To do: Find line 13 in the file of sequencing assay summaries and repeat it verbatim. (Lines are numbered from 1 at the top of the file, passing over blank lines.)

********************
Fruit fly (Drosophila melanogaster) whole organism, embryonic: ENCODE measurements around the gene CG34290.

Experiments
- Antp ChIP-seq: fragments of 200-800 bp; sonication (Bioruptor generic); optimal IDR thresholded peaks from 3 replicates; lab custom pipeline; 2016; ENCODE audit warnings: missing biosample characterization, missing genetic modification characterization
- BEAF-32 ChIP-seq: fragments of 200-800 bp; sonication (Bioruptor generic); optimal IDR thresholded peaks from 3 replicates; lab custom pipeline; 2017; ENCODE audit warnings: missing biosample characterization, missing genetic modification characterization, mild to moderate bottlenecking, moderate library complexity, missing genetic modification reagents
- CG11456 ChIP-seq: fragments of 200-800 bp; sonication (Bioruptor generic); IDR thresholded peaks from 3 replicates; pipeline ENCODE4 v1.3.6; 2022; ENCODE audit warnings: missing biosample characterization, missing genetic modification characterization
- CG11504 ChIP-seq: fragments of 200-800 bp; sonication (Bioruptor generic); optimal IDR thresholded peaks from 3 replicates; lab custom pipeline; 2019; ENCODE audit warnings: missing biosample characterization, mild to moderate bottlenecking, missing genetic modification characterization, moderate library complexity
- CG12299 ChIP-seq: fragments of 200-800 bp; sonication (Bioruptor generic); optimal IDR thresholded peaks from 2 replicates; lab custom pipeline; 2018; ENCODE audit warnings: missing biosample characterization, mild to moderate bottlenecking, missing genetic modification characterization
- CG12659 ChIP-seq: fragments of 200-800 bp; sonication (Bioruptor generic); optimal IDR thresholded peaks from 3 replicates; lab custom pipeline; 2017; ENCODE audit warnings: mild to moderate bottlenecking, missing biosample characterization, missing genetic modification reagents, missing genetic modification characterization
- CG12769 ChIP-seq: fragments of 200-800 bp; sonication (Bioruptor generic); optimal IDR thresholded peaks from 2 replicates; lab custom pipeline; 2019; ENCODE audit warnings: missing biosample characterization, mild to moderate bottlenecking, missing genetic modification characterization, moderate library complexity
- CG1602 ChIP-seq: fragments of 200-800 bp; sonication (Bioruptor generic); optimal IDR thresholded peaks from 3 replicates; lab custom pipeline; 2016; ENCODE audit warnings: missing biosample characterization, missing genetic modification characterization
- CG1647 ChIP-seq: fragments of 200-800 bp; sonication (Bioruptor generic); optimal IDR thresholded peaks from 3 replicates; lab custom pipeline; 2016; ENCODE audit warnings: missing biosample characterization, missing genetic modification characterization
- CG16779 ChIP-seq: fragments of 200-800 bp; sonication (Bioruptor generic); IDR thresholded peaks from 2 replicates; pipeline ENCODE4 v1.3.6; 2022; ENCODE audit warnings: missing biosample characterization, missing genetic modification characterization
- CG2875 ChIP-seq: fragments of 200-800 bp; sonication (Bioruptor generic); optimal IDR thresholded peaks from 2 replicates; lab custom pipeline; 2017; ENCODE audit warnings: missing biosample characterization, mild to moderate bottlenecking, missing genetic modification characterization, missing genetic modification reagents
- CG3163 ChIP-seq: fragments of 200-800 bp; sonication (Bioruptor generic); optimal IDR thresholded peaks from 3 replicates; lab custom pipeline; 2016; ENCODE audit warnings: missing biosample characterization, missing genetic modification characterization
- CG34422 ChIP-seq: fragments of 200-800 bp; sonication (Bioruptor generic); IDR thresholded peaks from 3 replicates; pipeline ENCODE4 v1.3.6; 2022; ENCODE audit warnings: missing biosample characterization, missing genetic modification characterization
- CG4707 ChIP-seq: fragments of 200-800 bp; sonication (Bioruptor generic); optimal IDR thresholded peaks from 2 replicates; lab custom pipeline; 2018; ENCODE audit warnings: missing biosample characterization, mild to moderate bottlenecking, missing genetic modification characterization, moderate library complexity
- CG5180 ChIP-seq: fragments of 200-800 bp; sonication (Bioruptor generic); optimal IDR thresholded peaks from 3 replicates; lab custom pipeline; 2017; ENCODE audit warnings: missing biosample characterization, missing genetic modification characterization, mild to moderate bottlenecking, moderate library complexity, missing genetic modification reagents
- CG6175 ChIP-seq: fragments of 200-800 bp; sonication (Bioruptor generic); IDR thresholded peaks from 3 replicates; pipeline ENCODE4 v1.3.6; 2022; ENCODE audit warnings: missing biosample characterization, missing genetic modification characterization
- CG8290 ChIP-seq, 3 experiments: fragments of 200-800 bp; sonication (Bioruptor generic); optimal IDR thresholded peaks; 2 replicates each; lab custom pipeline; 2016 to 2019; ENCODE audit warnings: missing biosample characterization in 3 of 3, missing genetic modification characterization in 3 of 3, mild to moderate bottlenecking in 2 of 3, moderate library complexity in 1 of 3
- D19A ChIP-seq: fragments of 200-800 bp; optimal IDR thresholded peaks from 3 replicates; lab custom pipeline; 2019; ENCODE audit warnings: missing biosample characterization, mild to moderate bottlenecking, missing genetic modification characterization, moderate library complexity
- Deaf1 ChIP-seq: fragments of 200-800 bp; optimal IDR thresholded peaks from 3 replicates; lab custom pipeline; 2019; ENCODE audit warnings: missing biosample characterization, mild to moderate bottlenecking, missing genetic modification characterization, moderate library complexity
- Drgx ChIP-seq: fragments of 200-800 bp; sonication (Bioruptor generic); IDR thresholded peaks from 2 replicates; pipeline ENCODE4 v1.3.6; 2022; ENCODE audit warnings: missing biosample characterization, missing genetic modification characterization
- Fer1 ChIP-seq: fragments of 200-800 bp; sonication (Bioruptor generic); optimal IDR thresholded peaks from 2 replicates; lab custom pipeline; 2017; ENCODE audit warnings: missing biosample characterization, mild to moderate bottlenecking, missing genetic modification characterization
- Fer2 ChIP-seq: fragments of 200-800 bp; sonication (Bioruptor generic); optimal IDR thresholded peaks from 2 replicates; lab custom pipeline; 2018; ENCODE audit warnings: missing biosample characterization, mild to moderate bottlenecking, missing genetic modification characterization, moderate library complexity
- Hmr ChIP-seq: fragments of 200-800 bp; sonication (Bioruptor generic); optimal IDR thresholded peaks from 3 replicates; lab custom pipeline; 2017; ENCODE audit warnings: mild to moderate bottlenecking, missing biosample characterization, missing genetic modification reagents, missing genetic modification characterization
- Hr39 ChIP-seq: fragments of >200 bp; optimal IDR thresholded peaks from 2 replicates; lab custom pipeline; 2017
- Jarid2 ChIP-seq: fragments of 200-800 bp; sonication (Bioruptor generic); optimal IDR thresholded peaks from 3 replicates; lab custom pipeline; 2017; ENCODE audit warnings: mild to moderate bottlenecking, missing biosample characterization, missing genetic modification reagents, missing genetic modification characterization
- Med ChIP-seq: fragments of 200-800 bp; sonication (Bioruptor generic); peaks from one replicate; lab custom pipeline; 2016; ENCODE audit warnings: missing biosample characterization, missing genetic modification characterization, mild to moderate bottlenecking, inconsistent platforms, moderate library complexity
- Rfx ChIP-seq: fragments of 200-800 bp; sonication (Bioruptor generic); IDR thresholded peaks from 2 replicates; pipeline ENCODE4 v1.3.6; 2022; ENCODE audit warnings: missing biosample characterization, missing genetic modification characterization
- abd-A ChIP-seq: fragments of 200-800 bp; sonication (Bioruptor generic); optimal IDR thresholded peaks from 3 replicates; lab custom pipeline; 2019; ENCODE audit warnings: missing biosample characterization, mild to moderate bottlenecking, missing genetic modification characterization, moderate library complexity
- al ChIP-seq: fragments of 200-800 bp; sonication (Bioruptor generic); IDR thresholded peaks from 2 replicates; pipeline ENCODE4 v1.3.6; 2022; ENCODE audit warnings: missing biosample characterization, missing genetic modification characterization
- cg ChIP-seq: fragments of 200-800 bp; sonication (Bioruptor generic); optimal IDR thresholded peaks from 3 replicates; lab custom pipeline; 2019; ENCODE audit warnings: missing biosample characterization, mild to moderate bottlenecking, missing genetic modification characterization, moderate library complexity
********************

- CG2875 ChIP-seq: fragments of 200-800 bp; sonication (Bioruptor generic); optimal IDR thresholded peaks from 2 replicates; lab custom pipeline; 2017; ENCODE audit warnings: missing biosample characterization, mild to moderate bottlenecking, missing genetic modification characterization, missing genetic modification reagents